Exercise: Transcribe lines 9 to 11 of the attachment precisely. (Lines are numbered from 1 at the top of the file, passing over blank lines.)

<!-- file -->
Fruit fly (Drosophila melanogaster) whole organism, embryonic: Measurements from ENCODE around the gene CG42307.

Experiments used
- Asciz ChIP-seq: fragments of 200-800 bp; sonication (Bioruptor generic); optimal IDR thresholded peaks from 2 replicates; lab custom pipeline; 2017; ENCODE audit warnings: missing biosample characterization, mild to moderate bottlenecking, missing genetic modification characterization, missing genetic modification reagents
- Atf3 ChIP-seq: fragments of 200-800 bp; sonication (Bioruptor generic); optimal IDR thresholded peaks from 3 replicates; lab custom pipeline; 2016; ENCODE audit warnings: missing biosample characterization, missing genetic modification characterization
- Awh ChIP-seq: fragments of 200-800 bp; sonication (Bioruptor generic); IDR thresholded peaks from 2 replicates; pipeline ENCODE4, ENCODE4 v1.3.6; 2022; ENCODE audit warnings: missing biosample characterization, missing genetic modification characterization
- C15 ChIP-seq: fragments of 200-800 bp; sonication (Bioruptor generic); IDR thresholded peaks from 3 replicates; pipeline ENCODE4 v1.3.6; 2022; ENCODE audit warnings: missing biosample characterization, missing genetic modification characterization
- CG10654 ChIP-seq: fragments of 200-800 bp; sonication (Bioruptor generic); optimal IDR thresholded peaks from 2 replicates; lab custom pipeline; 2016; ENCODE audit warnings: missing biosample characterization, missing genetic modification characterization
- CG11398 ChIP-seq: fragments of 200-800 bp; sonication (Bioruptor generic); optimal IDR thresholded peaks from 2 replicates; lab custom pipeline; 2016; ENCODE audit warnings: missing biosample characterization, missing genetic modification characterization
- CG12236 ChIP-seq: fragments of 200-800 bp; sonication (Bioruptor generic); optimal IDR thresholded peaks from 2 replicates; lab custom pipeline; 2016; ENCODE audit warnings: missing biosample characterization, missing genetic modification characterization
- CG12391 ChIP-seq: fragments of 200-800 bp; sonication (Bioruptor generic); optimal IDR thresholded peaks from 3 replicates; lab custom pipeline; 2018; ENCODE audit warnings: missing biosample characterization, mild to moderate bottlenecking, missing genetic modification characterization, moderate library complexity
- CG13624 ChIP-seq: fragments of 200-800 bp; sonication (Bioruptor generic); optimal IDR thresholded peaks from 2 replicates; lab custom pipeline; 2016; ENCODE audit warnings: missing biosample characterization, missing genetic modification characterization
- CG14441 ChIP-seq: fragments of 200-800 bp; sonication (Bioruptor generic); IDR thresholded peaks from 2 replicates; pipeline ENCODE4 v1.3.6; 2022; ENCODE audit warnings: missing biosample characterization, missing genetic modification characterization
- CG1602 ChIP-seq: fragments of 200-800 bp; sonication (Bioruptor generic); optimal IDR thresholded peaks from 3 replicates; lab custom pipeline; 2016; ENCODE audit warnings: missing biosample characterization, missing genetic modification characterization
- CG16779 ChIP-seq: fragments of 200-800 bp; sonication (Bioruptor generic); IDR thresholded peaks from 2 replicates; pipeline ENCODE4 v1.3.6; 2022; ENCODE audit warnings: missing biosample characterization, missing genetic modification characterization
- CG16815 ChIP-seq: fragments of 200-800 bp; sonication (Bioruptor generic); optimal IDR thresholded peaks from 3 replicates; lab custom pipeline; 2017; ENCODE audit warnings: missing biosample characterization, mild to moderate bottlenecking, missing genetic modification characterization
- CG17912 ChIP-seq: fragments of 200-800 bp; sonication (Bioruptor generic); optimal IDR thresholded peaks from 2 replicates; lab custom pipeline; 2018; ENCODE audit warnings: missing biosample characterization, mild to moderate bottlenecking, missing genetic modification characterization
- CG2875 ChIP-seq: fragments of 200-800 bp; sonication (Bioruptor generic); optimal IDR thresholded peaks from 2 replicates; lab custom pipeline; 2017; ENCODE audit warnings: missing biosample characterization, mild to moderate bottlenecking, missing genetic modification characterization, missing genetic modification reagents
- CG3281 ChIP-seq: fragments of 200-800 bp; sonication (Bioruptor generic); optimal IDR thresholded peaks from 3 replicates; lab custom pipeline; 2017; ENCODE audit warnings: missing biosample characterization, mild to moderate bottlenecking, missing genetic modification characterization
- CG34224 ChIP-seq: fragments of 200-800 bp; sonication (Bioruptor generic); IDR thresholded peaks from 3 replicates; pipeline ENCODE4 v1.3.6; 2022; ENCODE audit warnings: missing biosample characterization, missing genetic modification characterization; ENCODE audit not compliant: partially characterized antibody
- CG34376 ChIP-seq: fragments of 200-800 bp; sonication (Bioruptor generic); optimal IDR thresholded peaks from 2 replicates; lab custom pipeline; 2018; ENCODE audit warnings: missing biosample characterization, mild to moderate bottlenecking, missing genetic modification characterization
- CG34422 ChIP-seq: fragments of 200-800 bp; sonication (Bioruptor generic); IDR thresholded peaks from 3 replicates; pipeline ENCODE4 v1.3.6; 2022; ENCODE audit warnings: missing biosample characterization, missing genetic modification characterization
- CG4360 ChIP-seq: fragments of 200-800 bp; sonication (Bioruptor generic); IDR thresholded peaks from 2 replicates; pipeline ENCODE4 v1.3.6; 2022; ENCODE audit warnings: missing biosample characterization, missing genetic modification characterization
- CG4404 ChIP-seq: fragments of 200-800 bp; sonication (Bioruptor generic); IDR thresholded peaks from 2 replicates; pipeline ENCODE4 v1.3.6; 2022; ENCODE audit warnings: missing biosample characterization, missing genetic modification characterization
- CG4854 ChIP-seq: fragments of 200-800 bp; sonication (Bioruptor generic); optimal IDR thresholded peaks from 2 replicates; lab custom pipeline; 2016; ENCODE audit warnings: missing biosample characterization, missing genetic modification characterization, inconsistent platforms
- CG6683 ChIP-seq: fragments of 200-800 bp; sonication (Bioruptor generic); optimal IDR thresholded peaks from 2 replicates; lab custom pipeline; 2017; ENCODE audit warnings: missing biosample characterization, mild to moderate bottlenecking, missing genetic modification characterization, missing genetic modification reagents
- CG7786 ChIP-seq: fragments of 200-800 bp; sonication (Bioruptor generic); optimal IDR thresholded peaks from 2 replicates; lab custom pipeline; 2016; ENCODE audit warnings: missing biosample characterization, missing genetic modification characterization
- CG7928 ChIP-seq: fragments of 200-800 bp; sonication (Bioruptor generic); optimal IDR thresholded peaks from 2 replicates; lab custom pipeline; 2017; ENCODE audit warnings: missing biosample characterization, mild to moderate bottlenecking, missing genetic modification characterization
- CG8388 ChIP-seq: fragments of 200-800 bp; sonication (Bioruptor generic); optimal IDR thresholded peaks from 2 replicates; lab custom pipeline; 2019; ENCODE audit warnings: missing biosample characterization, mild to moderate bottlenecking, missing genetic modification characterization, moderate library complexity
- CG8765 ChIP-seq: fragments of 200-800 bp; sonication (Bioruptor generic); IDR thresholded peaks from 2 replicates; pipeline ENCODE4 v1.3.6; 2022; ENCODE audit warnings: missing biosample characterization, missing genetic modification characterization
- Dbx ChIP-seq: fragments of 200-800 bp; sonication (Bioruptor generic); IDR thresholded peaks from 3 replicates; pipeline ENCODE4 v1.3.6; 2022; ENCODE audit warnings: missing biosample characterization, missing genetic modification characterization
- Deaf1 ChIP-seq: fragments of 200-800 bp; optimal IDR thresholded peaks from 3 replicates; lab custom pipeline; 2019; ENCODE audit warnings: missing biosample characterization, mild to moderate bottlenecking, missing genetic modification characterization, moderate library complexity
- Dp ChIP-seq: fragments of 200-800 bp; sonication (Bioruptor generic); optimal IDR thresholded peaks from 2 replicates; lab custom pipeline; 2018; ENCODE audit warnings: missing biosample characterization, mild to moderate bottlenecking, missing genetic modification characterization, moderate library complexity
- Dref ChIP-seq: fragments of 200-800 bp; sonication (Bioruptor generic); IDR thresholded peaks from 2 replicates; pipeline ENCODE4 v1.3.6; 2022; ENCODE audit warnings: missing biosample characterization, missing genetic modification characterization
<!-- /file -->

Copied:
- CG12236 ChIP-seq: fragments of 200-800 bp; sonication (Bioruptor generic); optimal IDR thresholded peaks from 2 replicates; lab custom pipeline; 2016; ENCODE audit warnings: missing biosample characterization, missing genetic modification characterization
- CG12391 ChIP-seq: fragments of 200-800 bp; sonication (Bioruptor generic); optimal IDR thresholded peaks from 3 replicates; lab custom pipeline; 2018; ENCODE audit warnings: missing biosample characterization, mild to moderate bottlenecking, missing genetic modification characterization, moderate library complexity
- CG13624 ChIP-seq: fragments of 200-800 bp; sonication (Bioruptor generic); optimal IDR thresholded peaks from 2 replicates; lab custom pipeline; 2016; ENCODE audit warnings: missing biosample characterization, missing genetic modification characterization